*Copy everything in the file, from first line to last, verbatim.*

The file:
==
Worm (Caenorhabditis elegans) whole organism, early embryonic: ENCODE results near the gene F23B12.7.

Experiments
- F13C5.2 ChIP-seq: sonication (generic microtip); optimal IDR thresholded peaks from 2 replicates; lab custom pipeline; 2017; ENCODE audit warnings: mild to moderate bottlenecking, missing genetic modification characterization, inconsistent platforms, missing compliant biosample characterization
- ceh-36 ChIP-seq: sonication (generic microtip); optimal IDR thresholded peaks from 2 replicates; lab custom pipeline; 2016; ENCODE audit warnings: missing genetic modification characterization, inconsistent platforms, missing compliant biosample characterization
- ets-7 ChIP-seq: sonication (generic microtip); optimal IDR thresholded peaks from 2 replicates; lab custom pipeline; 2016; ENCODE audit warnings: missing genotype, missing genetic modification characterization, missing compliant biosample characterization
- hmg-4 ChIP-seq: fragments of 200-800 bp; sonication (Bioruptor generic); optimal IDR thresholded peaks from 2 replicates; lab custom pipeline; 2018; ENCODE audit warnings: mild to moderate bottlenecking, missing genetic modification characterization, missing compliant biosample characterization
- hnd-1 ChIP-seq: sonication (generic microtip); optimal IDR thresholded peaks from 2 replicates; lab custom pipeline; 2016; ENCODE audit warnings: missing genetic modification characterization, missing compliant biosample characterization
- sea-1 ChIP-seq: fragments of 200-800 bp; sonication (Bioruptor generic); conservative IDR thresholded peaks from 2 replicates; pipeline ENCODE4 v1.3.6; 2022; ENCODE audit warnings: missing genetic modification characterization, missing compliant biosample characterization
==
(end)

Worm (Caenorhabditis elegans) whole organism, early embryonic: ENCODE results near the gene F23B12.7.

Experiments
- F13C5.2 ChIP-seq: sonication (generic microtip); optimal IDR thresholded peaks from 2 replicates; lab custom pipeline; 2017; ENCODE audit warnings: mild to moderate bottlenecking, missing genetic modification characterization, inconsistent platforms, missing compliant biosample characterization
- ceh-36 ChIP-seq: sonication (generic microtip); optimal IDR thresholded peaks from 2 replicates; lab custom pipeline; 2016; ENCODE audit warnings: missing genetic modification characterization, inconsistent platforms, missing compliant biosample characterization
- ets-7 ChIP-seq: sonication (generic microtip); optimal IDR thresholded peaks from 2 replicates; lab custom pipeline; 2016; ENCODE audit warnings: missing genotype, missing genetic modification characterization, missing compliant biosample characterization
- hmg-4 ChIP-seq: fragments of 200-800 bp; sonication (Bioruptor generic); optimal IDR thresholded peaks from 2 replicates; lab custom pipeline; 2018; ENCODE audit warnings: mild to moderate bottlenecking, missing genetic modification characterization, missing compliant biosample characterization
- hnd-1 ChIP-seq: sonication (generic microtip); optimal IDR thresholded peaks from 2 replicates; lab custom pipeline; 2016; ENCODE audit warnings: missing genetic modification characterization, missing compliant biosample characterization
- sea-1 ChIP-seq: fragments of 200-800 bp; sonication (Bioruptor generic); conservative IDR thresholded peaks from 2 replicates; pipeline ENCODE4 v1.3.6; 2022; ENCODE audit warnings: missing genetic modification characterization, missing compliant biosample characterization